In honor of Ergonomic Week at Dalhousie, I thought we’d kick off today with some useful information around this topic.
In an effort to stem the number of coronavirus infections, millions of Americans are now working from home, transforming kitchen tables and bedrooms into temporary home offices. Many are working under less-than-ideal ergonomic conditions—a kitchen chair that’s too low, a table that’s too high. You get the idea. Poor ergonomics can make or break your work-from-home experience.
DON’T hunch over your laptop
It’s easy to work on your laptop for a few hours on the weekend, but doing so for 40-plus hours a week can lead to back, shoulder, and neck strain. If you can, use an external monitor or laptop stand (with an external keyboard and mouse) to prop up your screen. When looking at the screen, your eye line should be level with the address bar on your web browser.
DO work at an appropriate height
Find a working height so that your elbows naturally fall flush with your table/desk height. This will promote better wrist alignment rather than impingement or carpal tunnel stress.
DO use an office chair if possible
Adjustable features on an office task chair will save you from lumbar and neck discomfort.
DON’T give up on your current chair
If you don’t have the option of an office chair, there are some household items you can use to help you adjust. Putting a firm cushion or tightly folded towel under your buttocks will raise your hips and increase the curve of your spine, making sitting more comfortable.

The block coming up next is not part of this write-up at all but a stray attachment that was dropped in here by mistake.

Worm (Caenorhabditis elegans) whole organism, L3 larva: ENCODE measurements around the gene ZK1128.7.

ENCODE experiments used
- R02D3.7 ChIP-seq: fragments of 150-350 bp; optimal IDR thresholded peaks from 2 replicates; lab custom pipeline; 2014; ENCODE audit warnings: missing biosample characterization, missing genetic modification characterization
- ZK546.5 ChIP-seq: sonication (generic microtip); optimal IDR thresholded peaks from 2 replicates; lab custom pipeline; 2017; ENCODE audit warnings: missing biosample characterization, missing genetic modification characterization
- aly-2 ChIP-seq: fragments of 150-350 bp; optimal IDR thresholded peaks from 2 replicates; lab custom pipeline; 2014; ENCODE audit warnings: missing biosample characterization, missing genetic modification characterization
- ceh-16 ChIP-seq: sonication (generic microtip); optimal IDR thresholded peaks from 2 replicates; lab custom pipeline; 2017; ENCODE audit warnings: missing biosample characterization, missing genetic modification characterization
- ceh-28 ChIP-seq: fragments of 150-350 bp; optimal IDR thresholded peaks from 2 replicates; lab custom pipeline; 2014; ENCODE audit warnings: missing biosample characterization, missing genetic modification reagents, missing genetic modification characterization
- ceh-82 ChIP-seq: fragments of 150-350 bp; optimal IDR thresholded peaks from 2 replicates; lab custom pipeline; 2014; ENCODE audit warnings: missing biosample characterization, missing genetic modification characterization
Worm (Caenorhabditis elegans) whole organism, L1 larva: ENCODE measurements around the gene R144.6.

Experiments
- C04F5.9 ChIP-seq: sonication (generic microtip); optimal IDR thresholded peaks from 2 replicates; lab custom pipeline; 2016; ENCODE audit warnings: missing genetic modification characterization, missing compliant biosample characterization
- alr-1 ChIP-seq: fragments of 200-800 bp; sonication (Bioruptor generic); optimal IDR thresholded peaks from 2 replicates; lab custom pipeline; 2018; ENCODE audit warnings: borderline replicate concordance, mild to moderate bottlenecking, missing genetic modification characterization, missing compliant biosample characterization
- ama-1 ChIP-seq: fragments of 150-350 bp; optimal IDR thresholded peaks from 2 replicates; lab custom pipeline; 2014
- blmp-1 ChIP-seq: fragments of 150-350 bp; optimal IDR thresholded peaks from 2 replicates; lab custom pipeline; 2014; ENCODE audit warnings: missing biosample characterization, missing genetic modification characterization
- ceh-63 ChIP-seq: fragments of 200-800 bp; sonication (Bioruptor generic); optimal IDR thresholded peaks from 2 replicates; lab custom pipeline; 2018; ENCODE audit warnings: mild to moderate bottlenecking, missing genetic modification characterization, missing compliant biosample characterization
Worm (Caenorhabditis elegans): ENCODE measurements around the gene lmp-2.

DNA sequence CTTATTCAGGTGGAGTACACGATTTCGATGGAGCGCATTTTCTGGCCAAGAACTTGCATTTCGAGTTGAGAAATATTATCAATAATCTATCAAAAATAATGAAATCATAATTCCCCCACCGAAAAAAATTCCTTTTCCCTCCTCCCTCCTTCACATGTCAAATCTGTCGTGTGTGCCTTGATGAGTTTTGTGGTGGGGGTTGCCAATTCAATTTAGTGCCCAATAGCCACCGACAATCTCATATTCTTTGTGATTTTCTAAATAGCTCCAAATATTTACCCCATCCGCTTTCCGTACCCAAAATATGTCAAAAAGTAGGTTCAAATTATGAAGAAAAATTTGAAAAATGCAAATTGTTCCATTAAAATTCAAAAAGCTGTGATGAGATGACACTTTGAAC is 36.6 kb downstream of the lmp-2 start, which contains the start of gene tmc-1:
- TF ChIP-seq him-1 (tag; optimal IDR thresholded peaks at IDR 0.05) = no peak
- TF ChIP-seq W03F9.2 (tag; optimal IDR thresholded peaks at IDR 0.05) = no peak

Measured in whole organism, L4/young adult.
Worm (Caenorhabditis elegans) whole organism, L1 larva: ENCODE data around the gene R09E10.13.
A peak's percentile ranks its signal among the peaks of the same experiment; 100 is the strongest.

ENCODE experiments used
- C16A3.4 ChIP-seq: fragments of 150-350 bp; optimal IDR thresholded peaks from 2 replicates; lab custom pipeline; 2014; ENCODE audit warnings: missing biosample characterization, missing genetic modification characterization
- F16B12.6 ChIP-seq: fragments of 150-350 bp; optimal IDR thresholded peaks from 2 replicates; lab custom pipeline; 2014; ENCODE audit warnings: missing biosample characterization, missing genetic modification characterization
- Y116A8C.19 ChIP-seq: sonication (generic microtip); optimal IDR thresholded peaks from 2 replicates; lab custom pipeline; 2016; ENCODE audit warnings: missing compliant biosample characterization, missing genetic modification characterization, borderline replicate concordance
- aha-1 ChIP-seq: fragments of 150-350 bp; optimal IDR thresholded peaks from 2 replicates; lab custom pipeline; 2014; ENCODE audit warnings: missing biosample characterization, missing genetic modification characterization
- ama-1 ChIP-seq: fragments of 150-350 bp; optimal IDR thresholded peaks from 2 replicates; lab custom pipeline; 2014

DON’T let your feet dangle
Place your feet on a few books or boxes under your desk, so that your thighs are nearly parallel to the floor and your hips are slightly higher than your knees. This will reduce stress on your lumbar spine.
DO follow the 20/20/20 rule
For every 20 minutes spent looking at a computer screen, you should spend 20 seconds looking at something else 20 feet away. This gives your eye muscles a break and helps reduce eye strain.
DON’T turn your couch into a workstation
As tempting as it is, the couch is not an optimal place to work at your computer for the entire day. Although it may be comfortable, having your legs or full body in a vertical position can lead to muscle numbness and discomfort.
DO customize a space to fit you
Try to set up a workstation that you can make entirely your own. Sharing a workstation means you need to adjust your computer height, chair, and furniture every time you sit down. Often, you may choose to skip adjusting the workstation altogether. If you are the only person using the space, customizing will reduce the time and discomfort of sitting at a station that does not fit you.
DON’T skip lunch and make sure you stay hydrated
It’s easy to snack throughout the day instead of eating like you did in the office. Making a meal and staying hydrated gives you the opportunity to stand up, walk around, and let your eyes have a rest from the computer screen.
DO make sure you get up and walk around
The goal is to get in as many steps as possible during the day, even if you are at home instead of on campus.